Sunday, February 27, 2005

In the wake of Hunter Thompson's suicide, I noted that a number of right-wingers were saying kind things about him. But that wasn't true across the board: Stephen Schwartz reviewed Thompson's career in a Weekly Standard article that was nasty -- and, in a couple of passages, idiotic.

Today The New York Times excerpts that piece, carefully selecting its most idiotic passage for preservation:

Thompson had much in common with [William] Burroughs and [Allan] Ginsberg. First, their products were mainly noise. Their books were reissued but now sit inertly on bookstore shelves, incapable of inspiring younger readers, or even nostalgic baby boomers, to purchase them....

Say what?

Granted, Schwartz may have a point about purchases of Burroughs and Ginsberg. That's because -- and this won't surprise anyone who (unlike Schwartz, apparently) was ever young -- their books are regularly stolen.

Martin Gilbert of the Times learned in 2002 that book theft in New York varies by neighborhood; "In downtown Manhattan, for instance, it's the Beat poets and writers: Kerouac (the John Grisham of the Beats, when it comes to theft popularity), Bukowski, Burroughs, Ginsberg, Hunke." In 1999, the community relations coordinator of a Barnes & Noble in Hoboken told Dennis Loy Johnson of the book blog Moby Lives, "Did you know authors like Bukowski, Kerouac, William Burroughs, Henry Miller, and Paul Auster are all kept behind the register because they get stolen a lot?" -- and three years later Johnson found Burroughs books removed from shelves at several B&Ns in Manhattan. The New York Observer's Ron Rosenbaum was told by a B&N clerk in 2001 that Burroughs was among the store's "most shoplifted" authors.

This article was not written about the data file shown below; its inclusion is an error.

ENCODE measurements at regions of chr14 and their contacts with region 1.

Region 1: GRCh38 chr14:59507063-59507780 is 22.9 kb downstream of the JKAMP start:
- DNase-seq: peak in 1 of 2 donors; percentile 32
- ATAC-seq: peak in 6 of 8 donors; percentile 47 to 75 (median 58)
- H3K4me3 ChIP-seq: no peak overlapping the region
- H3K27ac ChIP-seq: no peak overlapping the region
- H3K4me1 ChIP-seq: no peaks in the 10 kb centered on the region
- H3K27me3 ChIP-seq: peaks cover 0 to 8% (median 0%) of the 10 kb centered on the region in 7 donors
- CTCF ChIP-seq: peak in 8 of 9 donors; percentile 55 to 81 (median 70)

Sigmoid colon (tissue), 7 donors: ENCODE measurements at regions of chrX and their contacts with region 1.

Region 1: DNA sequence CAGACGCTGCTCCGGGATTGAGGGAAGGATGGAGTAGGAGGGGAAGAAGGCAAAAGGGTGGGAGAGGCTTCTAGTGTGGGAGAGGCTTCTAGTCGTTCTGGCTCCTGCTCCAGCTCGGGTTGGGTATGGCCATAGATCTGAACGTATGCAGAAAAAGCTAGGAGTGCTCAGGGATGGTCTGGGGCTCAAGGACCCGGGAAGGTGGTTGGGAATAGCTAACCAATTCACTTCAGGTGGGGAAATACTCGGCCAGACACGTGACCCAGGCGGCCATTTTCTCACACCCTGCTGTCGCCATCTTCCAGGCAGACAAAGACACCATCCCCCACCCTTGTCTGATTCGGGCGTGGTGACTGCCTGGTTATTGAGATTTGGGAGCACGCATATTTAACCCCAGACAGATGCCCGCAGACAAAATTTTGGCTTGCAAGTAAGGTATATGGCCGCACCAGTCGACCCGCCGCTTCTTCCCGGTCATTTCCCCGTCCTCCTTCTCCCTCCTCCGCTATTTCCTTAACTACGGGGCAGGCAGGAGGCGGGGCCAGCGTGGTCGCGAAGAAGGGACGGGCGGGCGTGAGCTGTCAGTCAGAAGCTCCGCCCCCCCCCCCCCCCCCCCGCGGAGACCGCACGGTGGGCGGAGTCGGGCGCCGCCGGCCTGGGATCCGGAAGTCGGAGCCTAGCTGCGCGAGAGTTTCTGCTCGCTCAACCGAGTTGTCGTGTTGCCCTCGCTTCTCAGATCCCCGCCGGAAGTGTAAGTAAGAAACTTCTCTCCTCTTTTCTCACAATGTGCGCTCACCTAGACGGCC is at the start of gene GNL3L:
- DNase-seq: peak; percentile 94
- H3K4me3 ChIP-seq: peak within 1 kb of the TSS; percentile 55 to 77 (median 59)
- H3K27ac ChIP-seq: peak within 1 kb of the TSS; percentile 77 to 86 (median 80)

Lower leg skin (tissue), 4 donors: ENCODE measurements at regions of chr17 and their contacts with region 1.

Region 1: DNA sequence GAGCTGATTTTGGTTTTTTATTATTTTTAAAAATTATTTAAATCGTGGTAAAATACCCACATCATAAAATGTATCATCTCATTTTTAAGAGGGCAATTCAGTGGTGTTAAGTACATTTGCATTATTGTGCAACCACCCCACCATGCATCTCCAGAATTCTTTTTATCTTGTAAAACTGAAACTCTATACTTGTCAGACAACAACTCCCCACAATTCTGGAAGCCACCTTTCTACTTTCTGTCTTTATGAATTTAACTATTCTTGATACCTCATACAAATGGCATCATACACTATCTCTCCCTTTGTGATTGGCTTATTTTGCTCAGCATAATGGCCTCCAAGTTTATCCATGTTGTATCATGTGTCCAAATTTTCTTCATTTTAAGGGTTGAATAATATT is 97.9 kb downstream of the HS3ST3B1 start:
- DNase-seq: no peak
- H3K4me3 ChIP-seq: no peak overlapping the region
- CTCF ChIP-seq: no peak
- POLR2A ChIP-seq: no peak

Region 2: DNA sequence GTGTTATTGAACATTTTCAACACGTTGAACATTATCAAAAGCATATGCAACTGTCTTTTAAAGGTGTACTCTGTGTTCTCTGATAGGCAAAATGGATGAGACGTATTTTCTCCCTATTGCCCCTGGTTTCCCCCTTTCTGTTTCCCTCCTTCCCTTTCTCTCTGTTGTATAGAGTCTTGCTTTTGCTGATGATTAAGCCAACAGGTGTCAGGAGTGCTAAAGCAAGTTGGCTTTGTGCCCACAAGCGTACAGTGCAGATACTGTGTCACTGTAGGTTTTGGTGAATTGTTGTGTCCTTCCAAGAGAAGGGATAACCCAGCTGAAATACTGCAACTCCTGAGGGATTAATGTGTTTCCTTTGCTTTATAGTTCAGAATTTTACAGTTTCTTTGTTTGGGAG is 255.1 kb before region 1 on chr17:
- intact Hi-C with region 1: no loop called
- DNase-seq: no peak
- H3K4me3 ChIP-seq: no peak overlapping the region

As for Thompson himself, his books are so "incapable of inspiring younger readers, or even nostalgic baby boomers, to purchase them" that, as I write this, three now sit in Amazon's Top 100 -- Fear and Loathing in Las Vegas at #29, Hell's Angels at #82, and Fear and Loathing: On the Campaign Trail '72 at #99, with the forthcoming Hey Rube just behind at #115.

Regarding Ginsberg, if you're of a mind to, do an Amazon search for "poetry" (Subject); in the "Sort results by" field, choose "Bestselling." Howl is the 50th-ranked book. But that's deceptive. Notice what beats it out: children's books, advice for poets, miscategorized essay collections, canonical authors (Homer, Dante, Poe, Emily Dickinson), and the likes of Tim Burton and Tupac. Apart from a couple of new collections and a Maya Angelou anthology, Howl is the bestselling poetry book at Amazon by any modern poet who could be called "serious."

None of this needs to be spelled out or quantified for anyone who's lived among young people trying to pry their minds open. It should be obvious to the editors who chose to excerpt Schwartz's essay in the Times.

I've thought for a while that the Times ought to consider giving up on "balance" of opinion -- the conservative press doesn't really bother reciprocating, and right-wing banshees will still howl "liberal bias" no matter how many Republicans grace the Times's pages. But at the very least the Times should resist the self-hate that leads to publication of right-wing opinion pieces premised on "facts" that are clearly pulled from the author's ass.

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